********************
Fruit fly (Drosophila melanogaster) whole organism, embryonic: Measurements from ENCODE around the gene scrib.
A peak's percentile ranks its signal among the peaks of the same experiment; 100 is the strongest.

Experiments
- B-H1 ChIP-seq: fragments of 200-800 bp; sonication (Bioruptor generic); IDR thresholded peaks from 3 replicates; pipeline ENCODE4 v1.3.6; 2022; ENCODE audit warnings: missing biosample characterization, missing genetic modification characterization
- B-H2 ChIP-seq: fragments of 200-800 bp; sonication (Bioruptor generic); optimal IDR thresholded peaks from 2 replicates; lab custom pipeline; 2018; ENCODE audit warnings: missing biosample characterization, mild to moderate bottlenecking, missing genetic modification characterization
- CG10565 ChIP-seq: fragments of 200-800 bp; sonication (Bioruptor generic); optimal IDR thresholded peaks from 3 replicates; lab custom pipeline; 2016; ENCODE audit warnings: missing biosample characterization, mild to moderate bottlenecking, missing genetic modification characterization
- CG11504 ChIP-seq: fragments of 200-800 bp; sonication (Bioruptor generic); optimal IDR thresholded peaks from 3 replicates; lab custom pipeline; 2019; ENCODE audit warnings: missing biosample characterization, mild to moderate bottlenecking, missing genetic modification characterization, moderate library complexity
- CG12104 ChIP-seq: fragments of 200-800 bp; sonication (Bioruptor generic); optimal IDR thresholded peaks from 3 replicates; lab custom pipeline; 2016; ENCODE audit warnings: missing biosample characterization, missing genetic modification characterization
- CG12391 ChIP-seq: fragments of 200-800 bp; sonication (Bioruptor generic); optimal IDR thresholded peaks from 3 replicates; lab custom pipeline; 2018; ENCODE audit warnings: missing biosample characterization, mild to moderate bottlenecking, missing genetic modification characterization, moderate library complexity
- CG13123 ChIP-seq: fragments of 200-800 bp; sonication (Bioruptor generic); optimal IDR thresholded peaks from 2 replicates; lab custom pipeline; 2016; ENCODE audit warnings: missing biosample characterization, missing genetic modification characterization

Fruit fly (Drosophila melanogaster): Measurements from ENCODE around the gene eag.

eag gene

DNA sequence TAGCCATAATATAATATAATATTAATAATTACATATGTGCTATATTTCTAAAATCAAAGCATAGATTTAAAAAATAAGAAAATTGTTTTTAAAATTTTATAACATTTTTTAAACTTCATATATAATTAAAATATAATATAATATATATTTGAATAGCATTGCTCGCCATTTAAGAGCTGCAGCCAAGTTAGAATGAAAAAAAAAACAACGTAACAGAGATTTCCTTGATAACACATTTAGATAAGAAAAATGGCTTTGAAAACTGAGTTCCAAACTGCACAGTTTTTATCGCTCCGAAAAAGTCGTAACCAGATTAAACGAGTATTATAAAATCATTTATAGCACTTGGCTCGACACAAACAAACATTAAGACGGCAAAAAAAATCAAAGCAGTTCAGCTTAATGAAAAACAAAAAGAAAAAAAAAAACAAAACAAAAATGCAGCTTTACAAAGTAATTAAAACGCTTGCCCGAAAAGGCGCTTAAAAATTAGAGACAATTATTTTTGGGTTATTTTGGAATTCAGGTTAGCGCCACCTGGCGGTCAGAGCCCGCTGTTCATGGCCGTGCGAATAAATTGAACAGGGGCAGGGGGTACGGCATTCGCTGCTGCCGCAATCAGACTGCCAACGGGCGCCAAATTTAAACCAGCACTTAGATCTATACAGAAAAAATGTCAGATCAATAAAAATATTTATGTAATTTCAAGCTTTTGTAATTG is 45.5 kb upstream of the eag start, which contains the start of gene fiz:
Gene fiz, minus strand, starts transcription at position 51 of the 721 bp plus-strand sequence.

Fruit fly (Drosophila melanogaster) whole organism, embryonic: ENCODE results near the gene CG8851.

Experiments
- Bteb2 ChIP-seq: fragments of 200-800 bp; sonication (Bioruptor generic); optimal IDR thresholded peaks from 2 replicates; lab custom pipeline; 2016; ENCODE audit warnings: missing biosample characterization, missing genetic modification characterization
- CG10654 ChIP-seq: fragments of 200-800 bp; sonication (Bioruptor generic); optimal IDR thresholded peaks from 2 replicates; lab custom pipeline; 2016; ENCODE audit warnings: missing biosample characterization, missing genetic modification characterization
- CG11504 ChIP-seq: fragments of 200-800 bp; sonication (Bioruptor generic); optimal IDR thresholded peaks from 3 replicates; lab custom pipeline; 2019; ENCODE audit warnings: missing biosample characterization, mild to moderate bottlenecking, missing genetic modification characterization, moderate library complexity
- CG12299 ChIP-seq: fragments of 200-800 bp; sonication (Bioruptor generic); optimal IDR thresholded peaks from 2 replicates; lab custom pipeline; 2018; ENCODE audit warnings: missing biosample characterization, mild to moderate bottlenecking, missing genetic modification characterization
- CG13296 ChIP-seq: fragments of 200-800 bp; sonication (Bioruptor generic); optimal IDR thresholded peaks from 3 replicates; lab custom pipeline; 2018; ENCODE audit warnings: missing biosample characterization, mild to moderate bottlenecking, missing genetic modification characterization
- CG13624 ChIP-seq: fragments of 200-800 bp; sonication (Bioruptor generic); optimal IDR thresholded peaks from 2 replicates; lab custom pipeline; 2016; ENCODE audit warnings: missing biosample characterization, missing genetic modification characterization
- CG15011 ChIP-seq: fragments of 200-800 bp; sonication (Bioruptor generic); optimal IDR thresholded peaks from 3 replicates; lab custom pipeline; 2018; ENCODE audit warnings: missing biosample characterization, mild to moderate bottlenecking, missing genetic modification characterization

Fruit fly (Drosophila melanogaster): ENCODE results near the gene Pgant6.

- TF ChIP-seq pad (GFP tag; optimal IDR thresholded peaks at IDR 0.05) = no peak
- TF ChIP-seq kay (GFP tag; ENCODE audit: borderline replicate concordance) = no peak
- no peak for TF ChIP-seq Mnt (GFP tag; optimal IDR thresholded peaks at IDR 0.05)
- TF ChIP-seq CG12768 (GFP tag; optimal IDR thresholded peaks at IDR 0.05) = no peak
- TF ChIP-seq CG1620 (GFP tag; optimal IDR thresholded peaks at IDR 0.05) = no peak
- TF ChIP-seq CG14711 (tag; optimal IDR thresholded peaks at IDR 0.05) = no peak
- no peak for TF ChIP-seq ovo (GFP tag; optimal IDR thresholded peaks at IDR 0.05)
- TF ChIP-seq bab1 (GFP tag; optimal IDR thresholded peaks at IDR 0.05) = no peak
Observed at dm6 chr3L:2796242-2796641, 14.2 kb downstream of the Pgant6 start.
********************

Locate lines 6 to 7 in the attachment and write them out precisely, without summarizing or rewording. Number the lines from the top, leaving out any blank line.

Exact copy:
- CG10565 ChIP-seq: fragments of 200-800 bp; sonication (Bioruptor generic); optimal IDR thresholded peaks from 3 replicates; lab custom pipeline; 2016; ENCODE audit warnings: missing biosample characterization, mild to moderate bottlenecking, missing genetic modification characterization
- CG11504 ChIP-seq: fragments of 200-800 bp; sonication (Bioruptor generic); optimal IDR thresholded peaks from 3 replicates; lab custom pipeline; 2019; ENCODE audit warnings: missing biosample characterization, mild to moderate bottlenecking, missing genetic modification characterization, moderate library complexity